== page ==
Filling knot holes

I just made myself a bathroom vanity out of knotty alder. Some of the knots have a small crack in them. Other knots are missing even more of the wood. Just wondering if it was ok to leave them as they are or is it necessary to fill them? I did fill one of them with wood filler. I like the way some of them look the way they are. Is there something else I could put in the holes? Maybe some kind of clear sealer or glue?
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Richard J Petruso wrote:
> I just made myself a bathroom vanity out > of knotty alder. Some of the knots have a small > crack in them. Other knots are missing even more > of the wood. Just wondering if it was ok to > leave them as they are or is it necessary to fill > them? I did fill one of them with wood filler. I > like the way some of them look the way they are. > Is there something else I could put in the holes? > Maybe some kind of clear sealer or glue?
If you plan to finish clear, epoxy would be a good choice.
Place a piece of duct tape on the back side to cover each knot so epoxy can't leak thru, then lay flat, back side down, and fill void a little proud with unthickened epoxy.
Wait 24 hours, flip over, remove duct, use some acetone on a rag to remove any remaining tape adhesive, then fill any remaining voids with more epoxy.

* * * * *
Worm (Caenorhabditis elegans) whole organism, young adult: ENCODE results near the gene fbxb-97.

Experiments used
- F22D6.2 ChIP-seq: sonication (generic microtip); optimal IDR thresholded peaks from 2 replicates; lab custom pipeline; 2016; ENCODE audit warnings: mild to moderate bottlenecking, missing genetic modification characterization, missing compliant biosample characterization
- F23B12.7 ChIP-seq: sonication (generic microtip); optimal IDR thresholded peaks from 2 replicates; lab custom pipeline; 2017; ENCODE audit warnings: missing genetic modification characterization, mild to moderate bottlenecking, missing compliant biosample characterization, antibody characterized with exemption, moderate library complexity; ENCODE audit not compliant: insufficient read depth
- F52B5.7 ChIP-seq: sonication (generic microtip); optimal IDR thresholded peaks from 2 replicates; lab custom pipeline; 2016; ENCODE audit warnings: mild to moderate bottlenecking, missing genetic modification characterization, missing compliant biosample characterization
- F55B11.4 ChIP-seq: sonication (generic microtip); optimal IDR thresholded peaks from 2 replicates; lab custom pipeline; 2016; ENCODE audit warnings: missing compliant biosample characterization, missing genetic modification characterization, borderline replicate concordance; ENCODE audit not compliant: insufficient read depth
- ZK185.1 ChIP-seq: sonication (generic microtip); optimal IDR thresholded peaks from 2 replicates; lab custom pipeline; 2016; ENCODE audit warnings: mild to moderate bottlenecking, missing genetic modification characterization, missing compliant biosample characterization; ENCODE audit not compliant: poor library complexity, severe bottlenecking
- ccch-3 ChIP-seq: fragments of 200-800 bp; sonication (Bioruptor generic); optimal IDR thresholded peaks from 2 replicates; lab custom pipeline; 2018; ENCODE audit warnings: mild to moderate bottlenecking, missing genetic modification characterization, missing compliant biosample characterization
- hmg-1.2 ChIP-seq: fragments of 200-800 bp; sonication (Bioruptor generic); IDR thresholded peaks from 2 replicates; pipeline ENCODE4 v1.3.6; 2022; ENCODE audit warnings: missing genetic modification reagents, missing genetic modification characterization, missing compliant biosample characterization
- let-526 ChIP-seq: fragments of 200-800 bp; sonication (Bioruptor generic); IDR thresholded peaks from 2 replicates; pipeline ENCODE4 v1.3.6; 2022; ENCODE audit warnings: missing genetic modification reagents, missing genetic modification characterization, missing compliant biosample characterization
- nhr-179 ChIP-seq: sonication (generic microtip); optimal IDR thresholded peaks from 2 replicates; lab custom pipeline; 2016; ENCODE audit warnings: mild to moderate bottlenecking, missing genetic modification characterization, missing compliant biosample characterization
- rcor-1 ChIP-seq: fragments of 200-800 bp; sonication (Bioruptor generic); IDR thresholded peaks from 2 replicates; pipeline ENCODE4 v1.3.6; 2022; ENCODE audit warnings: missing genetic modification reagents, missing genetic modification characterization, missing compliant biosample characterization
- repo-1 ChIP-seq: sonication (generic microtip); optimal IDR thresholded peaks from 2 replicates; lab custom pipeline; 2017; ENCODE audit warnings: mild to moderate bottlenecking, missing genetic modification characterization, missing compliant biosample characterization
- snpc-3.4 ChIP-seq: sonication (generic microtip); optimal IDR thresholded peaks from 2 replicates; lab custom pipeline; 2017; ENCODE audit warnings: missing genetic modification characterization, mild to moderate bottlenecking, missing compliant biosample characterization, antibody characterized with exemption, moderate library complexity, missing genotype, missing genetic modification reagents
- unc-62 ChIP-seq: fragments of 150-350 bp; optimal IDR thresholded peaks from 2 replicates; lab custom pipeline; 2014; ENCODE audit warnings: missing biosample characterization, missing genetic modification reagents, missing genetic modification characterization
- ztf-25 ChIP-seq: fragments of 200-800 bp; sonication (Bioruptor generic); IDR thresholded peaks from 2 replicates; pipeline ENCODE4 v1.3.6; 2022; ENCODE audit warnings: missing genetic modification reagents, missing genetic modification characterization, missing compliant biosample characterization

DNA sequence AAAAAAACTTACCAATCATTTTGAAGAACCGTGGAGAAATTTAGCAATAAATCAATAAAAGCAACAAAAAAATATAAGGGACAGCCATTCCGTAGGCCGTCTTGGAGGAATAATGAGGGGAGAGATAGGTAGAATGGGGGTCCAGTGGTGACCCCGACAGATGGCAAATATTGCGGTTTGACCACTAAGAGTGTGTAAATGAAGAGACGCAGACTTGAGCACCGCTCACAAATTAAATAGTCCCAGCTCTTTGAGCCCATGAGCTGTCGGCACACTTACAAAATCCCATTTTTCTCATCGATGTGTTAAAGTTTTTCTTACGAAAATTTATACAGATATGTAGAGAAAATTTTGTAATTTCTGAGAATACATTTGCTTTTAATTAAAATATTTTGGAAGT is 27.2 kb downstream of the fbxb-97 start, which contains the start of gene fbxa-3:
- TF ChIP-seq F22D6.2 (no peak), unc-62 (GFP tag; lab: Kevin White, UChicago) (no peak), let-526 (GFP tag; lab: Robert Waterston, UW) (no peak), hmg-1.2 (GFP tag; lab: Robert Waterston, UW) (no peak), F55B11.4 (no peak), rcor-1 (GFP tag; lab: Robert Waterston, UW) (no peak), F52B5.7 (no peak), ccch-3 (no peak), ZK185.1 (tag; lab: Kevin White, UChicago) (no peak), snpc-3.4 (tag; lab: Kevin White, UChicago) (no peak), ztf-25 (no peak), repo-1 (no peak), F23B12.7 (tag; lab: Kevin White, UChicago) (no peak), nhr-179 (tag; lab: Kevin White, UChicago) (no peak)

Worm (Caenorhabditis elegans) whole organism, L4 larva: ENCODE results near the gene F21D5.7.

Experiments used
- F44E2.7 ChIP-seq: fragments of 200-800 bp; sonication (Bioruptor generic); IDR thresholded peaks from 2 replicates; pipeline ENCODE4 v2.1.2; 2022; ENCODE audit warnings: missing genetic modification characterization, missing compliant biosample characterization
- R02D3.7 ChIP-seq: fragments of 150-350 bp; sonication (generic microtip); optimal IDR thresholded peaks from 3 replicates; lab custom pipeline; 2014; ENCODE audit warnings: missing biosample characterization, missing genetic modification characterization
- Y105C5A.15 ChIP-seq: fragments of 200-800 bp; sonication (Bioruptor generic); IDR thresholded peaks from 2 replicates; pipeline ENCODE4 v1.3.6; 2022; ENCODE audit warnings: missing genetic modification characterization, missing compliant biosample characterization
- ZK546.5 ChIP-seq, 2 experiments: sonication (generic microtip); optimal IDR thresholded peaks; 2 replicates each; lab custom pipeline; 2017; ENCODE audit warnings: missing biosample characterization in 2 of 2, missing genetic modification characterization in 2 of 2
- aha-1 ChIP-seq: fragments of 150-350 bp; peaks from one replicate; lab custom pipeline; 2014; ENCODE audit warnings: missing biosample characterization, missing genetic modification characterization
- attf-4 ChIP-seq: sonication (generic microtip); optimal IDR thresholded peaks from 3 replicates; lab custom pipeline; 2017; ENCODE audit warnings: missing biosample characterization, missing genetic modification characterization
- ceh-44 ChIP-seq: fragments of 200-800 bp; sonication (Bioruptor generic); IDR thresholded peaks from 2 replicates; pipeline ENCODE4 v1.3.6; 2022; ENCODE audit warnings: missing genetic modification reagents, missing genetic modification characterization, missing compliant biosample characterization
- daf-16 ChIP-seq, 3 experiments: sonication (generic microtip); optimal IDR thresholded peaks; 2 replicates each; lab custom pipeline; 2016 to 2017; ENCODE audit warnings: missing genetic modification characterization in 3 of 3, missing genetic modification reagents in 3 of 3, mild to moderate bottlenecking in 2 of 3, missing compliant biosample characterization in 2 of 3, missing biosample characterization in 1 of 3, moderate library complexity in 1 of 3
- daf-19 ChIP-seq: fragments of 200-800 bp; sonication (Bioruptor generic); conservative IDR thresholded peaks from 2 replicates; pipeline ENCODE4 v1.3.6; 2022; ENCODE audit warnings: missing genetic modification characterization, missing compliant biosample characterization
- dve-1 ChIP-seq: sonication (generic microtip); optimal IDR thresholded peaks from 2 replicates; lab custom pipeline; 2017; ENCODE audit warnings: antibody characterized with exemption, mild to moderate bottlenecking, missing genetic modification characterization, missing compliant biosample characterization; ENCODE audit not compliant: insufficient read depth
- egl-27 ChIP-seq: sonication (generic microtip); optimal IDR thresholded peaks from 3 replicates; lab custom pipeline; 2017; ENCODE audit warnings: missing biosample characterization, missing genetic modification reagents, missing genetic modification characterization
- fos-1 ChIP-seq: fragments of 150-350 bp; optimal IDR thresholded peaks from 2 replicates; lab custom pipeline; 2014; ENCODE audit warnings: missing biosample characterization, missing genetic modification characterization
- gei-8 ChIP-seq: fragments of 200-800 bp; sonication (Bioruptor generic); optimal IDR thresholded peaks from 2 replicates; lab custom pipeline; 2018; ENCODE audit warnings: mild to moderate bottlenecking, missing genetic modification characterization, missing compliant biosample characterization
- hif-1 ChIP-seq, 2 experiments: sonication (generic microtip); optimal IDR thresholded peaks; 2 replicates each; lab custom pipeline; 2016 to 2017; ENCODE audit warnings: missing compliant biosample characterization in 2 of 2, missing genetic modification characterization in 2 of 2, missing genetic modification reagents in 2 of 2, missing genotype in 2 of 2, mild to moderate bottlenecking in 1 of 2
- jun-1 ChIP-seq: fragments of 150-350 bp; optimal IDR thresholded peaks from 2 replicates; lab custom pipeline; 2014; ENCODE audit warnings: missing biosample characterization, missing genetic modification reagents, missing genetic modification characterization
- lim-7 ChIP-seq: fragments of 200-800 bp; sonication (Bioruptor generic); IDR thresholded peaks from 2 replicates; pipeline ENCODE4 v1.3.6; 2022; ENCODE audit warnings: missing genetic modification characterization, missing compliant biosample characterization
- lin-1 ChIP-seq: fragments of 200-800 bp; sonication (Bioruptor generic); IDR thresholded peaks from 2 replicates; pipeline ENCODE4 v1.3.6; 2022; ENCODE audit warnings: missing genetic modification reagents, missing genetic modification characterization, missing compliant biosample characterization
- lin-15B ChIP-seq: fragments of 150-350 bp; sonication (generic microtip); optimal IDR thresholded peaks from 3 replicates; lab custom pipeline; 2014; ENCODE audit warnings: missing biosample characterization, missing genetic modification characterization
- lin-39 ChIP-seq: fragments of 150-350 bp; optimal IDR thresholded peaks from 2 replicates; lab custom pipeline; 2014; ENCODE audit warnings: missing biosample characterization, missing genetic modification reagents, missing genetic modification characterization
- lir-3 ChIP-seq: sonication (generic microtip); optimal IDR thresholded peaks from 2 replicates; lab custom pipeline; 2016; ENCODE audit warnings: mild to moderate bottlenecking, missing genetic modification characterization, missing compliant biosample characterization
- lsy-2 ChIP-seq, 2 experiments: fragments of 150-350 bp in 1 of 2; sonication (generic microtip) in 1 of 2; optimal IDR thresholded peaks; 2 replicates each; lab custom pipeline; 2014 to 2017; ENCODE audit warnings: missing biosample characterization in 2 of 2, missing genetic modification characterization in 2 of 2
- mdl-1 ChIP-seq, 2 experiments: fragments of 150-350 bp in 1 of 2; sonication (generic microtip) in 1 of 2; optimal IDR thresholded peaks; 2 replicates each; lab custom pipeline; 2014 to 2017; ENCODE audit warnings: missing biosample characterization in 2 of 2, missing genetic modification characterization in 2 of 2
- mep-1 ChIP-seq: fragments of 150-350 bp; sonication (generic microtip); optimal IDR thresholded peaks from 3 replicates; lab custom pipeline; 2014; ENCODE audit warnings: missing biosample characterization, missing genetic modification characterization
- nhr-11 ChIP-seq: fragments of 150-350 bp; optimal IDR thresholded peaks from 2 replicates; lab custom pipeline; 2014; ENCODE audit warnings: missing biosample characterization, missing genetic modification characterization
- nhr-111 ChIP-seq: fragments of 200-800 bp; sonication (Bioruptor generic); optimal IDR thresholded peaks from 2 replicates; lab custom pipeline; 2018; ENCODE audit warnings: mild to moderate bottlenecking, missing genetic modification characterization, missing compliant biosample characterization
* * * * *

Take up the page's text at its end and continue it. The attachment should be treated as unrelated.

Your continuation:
Wait 48 hours, sand flush on both sides, then finish of choice.
Lew
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On Wed, 06 Jun 2007 23:53:02 GMT, "Richard J Petruso"

knotty wood (Alder?) including kitchen cabinets. Any filler used was on the back side. Any cracked knots on the 'show' side were left alone and actually celebrated. It's like they wanted only knotty wood for every piece used and the cracks were part of the look.
Looked very nice without being messed with.
Pete
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snipped-for-privacy@mts.net wrote:

Black epoxy fills loose knots very nicely. Simply mix some black pigment or artist's oil color into the epoxy.
It looks remarkably natural. I've used it in cherry, white oak, and walnut, with equally excellent results.
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B A R R Y wrote:

I forgot to mention, plane or scrape the epoxy smooth once it cures. Epoxy doesn't always sand well.
Fill the knot slightly proud, scrape or plane smooth, apply almost any clear finish.
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When I have knots in turned wood, I am worried about them working loose in the future. I use thin CA glue on them to bond the pieces together in a whole.
If there are larger gaps, I rub dark sawdust,(say walnut) into the voids, add some thin CA glue and sand smooth.
Be sure to put a coat of finish on the wood before using CA glue, any slops soaked up by the open grain will show after finishing.
I've also used colored epoxy, and it looks good too.
Old Guy

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On Wed, 06 Jun 2007 23:53:02 GMT, "Richard J Petruso"

I like the other poster's recommendation to fill with epoxy. You can also use Bondo (for auto body repair). But, if you don't paint, you have the issue of matching the color of the filler with the wood. Any knot that has a black ring around it is probably loose, or about to become loose and fall out.
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